When to Keep Your Trap Shut

human-mouthThis is a tough one. Especially when you are, ahem, “serving” in a professional capacity.

Here are a few suggestions for when to keep your mouth shut:

*  When you don’t know what to say.

*  When it is none of your business.

*  When you’re dying to say something ugly.

*  When you haven’t been asked.

Okay, so those are the easy ones. But what about those times you have been asked, and you are actually being paid for your opinion?

In animal communication you must be ready, willing, and trained to employ tact and diplomacy. And, if the truth be known, “diplomacy” is one of the most important skills one must have in order to be a professional animal communicator. And this swings both ways: in your communications with the animal involved as well as with that animal’s person. Basically, you, the animal communicator can often be caught in the middle of what is an explosive situation or issue. At such times it becomes very important to know how to interpret the messages back and forth, between animal and owner, in a way that is tactful and diplomatic without compromising the intent or meaning. This can be tricky!

Let me give you an example. Let’s say you have been contacted by Sue, whose cat is peeing outside the litter box. Sue is at her wit’s end and what she basically wants you to convey to the cat is “Shape up or ship out!” Really. She is ready to get rid of this cat.

The cat, Ted, tells you that havoc is reigning in the household. Sue has moved them in with her boyfriend, who is being horribly abusive to them both, and this is the only way Ted knows to get her attention and maybe get her to move out. He lets you know he is also very worried about Sue’s welfare. Ted is so emotionally upset and on edge that his entire system has become out of balance so his urinary tract is now irritated and inflamed.

As the animal communicator, it is your job to convey what you get. But you know what? You just don’t have to use the words “Shape up or ship out” to that cat! Nor do you have to tell Sue that it is her fault Ted is behaving this way and that she has made him ill. Instead you would begin gently, with Ted for instance, by asking him what’s wrong and why he’s peeing inappropriately. You would let him know that it does displease Sue, greatly in fact (because humans are just like that about pee in the wrong places — they really hate it!), and that she is very distressed about this. Stuff like that. You would ease into the discussion and not even mention the “shipping out” part unless it became a last resort after sharing his information with Sue.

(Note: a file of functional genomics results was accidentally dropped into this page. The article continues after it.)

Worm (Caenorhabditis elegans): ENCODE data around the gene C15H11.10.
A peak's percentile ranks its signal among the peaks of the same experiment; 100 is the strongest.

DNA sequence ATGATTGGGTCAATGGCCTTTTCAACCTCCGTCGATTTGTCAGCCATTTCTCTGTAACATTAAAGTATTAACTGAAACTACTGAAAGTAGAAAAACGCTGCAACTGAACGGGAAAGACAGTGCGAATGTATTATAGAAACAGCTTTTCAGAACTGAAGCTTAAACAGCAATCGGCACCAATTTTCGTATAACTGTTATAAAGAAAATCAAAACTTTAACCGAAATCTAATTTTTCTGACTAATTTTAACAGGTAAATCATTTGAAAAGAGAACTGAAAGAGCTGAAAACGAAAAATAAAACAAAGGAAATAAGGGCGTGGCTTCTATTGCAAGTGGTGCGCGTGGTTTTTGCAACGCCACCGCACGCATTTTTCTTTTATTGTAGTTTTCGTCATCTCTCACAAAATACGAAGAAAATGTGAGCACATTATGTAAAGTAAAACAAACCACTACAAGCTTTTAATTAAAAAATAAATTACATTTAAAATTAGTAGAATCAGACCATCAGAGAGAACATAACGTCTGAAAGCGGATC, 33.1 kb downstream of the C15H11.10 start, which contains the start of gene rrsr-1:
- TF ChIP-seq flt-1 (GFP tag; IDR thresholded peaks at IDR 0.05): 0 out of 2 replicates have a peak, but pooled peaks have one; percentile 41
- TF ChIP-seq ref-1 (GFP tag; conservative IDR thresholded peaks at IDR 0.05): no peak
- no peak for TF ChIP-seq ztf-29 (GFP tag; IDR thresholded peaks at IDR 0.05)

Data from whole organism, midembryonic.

With Sue, you would let her know Ted had shared with you that they had moved in with her boyfriend, and ask her if this was true? You would let her know that he showed you great irritation, perhaps even an infection, in his urinary tract and that he was very tense and anxious. Further, that he seemed to feel the situation in the household was not a happy one, and he was concerned on her behalf.

And on you would go, back and forth between the two until some sort of solution that seemed reasonable to both was reached. In this case, the very fact that Ted showed such concern for Sue might very well open her eyes to her situation and help her overcome it. Above all, conveying their shared concern for one another in your “translations” will help these two both want to find a happy ending to their story.

So, back to the original question: When to keep your trap shut? Having the professional skill of diplomacy and exercising it in one’s personal life and relationships can be two very different matters. So I would add one more point to the above list:

* When in doubt . . .

This is a great time to keep your mouth not only shut but zipped up all the way!


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